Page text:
Lastly, where the heck do I start with your Darkyn series?

    The first novel in the series is If Angels Burn, followed by Private Demon, Dark Need, Night Lost, Evermore, and Twilight Fall. The last book in this series, Stay the Night, will be released in January.

    And do you have any idea if an ebook store like fictionwise or elsewhere has some or all of the books in the series?

    As far as I know only Evermore and Twilight Fall were released in e-book format. I think both are available in Kindle format but I can't swear to it.

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  57. Wow, everyone has already asked such good questions, I don't have any to add. I would like to thank you and everyone who participated so much! This has been such a wonderful learning experience, and I will spend the next couple of weeks, at least, reading back over posts and catching up.

    Can't wait for next year!:)

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  58. Thanks yet again, Lynn, for your terrific workshops, and for organizing LB&LI!

    Do you have any advice for critical reading? I've made it a goal to look more critically at books I've read and enjoyed (as well as books that didn't work so well for me but are in the genres I write), to try to focus more closely on what worked (or didn't work) for me and why. It's been an interesting exercise, digging deeper into my emotional responses to figure out HOW the author managed to do that. I figure this is something that will get easier for me the more I try it, but do you have any ideas or suggestions for questions I should be asking myself when I'm reading critically?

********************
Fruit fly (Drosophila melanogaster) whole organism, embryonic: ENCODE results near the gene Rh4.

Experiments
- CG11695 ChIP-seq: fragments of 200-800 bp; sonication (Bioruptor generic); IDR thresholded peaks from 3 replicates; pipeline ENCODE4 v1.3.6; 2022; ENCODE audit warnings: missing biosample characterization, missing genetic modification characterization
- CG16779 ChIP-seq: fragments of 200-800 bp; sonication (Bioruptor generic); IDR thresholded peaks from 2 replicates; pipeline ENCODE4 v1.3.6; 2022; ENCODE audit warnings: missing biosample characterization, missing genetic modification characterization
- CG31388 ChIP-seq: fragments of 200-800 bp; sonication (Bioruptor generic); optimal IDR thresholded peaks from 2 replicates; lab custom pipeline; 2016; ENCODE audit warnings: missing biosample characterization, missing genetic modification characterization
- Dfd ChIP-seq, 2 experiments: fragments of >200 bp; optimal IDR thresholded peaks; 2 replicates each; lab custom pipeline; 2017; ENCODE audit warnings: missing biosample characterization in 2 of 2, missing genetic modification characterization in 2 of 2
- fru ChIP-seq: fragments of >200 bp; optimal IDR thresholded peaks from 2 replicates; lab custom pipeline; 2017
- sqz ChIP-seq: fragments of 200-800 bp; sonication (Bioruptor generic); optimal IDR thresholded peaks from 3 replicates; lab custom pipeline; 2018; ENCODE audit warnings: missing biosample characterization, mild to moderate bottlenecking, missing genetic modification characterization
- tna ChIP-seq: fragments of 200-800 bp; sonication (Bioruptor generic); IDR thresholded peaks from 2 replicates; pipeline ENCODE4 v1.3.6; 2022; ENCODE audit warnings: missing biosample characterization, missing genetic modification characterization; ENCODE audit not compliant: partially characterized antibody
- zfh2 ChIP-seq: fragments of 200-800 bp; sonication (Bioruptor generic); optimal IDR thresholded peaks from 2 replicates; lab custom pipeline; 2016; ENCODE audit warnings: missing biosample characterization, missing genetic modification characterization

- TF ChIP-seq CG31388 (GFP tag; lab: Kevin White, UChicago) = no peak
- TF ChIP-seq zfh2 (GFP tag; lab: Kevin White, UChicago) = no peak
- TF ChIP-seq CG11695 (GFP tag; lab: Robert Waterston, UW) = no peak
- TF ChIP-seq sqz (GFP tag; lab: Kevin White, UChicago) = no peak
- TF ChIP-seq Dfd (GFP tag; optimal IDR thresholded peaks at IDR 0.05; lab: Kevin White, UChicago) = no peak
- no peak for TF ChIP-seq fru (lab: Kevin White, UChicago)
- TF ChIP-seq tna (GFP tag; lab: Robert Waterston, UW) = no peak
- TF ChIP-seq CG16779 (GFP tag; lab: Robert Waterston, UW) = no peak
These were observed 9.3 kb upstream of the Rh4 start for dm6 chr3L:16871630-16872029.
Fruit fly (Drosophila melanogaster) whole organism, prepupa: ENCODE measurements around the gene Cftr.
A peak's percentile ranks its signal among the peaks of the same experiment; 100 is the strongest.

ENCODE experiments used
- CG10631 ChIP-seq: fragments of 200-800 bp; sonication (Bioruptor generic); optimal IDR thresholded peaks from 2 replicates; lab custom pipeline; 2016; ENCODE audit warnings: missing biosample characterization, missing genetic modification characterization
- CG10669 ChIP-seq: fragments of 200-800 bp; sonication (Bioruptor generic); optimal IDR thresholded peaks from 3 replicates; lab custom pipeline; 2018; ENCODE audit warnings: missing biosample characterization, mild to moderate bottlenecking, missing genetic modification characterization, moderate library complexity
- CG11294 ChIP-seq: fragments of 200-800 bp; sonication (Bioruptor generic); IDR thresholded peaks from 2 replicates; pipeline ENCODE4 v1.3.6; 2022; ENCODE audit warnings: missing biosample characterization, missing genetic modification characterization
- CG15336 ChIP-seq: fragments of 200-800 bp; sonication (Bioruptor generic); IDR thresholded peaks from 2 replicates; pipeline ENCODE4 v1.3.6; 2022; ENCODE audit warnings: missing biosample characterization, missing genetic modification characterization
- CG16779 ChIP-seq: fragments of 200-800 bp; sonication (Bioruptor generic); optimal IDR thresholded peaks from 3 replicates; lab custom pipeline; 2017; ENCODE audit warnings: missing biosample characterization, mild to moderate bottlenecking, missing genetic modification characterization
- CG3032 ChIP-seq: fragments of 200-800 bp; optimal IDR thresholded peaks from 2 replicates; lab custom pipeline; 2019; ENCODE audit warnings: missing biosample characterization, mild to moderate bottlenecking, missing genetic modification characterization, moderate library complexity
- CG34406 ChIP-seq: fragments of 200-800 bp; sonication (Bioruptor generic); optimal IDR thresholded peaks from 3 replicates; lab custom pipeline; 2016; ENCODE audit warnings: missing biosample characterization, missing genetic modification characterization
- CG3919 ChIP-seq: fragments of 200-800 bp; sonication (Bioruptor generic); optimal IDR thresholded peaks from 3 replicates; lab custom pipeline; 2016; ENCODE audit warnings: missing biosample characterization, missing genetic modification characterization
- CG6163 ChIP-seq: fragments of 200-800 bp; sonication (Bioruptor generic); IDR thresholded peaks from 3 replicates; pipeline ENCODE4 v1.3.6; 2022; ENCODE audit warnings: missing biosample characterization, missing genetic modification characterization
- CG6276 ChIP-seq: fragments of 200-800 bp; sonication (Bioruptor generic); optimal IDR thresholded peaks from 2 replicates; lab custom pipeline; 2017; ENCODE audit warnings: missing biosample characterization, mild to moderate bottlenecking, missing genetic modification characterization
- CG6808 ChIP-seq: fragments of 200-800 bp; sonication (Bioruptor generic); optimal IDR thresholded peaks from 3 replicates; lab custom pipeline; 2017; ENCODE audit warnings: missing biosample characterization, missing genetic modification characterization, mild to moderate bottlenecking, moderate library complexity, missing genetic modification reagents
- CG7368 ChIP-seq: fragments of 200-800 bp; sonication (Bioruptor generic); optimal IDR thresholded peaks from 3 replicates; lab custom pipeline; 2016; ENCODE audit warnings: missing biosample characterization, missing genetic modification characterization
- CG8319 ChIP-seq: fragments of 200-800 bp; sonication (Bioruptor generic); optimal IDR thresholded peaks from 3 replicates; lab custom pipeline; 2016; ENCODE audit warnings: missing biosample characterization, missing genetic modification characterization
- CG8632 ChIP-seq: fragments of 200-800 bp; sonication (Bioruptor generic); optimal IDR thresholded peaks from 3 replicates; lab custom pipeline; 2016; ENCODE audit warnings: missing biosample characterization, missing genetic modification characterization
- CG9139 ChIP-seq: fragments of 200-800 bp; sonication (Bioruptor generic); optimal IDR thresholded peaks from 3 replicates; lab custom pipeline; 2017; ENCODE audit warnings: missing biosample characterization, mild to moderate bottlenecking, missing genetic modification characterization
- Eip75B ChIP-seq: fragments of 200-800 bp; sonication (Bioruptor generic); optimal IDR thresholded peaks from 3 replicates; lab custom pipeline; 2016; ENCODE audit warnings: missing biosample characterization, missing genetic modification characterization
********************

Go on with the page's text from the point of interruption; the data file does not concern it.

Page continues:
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  59. Wow, I miss two weeks and I'm running ragged! You have been work'n hard!

    I'm off to check more of the past weeks...I just wanted to enter in for today...I'll get back with questions once I read what has been asked and awnsered!

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  60. What's in your writing space that helps you be creative? Currently my bright orange post-its tacked to my wall aren't helping the creative juices...

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  61. lxz wrote: When you submit work and you wish to use a pseudonym, do you submit it with both your pseudonym and your real name, or can you just use the pseudonym?

    You can submit work under any name you like, but when you sell your work to a publisher, they're going to need your legal name and social security number for contract purposes. I've heard there are some ways to get around this, such as incorporating or creating a legal identity, but I really don't know that much about it, so I advise you to talk to an attorney who is familiar with that sort of thing.

    I.e., I'm wondering how far it's possible to compartmentalise your writing life from any other professional life, e.g., day job.

    There are some safety measures you can take. First, don't advertise that you're a published author in your real life. That means don't do booksignings in your home town, don't pass out copies of your book at work, and don't talk about your writing career with friends, neighbors, day job co-workers, etc.

    You can use a pseudonym and set up a P.O. Box for all your writing-related business and reader correspondence. Obviously you're going to have to give some real info to the publisher, but you can limit that to what's absolutely necessary. For example, you don't have to give a publisher your home phone, you can use a mobile number. Also, restrict how much access you give the media -- i.e., do interviews by e-mail instead of by phone or in person.

    Finally, take precautions when you do make public appearances. If you do something in the general area of your home, always be careful when leaving that event; sometimes fans will try to follow you to your house. Don't permit photographs to be taken of you by the media or fans (and someone's always snapping pictures at conferences and publishing them online, so this is a real problem.)

    If you publish under a pseudonym is the copyright under the pseudonym or under your real name or both?